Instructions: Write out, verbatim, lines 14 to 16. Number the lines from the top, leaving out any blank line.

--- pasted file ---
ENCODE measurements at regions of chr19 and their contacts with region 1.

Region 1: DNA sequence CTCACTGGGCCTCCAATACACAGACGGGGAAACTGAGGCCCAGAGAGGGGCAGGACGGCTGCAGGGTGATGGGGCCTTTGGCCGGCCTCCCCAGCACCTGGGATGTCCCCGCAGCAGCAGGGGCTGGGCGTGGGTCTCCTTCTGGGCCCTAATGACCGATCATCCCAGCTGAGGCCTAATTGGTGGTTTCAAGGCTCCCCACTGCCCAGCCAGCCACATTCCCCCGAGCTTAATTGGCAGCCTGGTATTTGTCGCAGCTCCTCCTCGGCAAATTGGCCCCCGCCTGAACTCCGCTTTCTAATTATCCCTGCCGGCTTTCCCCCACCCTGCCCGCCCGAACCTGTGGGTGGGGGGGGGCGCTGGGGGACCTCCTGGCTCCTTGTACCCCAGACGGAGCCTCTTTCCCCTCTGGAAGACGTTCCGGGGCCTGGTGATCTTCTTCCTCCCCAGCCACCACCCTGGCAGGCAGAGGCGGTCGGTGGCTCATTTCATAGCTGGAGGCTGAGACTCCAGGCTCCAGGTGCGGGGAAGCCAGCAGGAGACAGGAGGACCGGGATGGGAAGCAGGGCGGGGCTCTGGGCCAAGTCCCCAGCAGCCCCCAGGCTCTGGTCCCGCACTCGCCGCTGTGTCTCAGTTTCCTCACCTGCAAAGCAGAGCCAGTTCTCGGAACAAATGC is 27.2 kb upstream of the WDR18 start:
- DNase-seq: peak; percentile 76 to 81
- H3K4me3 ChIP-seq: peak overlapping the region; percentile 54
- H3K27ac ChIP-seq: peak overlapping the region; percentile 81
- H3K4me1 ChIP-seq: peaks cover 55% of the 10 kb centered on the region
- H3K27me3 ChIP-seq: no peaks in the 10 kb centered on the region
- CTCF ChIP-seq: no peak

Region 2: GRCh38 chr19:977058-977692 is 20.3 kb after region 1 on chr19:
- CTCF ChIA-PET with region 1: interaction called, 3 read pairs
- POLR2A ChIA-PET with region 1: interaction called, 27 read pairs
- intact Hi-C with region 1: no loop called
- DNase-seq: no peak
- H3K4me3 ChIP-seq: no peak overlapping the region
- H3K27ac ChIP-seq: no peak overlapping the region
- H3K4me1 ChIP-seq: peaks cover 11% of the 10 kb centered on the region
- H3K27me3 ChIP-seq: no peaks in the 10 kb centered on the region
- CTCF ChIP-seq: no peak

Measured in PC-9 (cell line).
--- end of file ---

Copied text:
- H3K4me3 ChIP-seq: no peak overlapping the region
- H3K27ac ChIP-seq: no peak overlapping the region
- H3K4me1 ChIP-seq: peaks cover 11% of the 10 kb centered on the region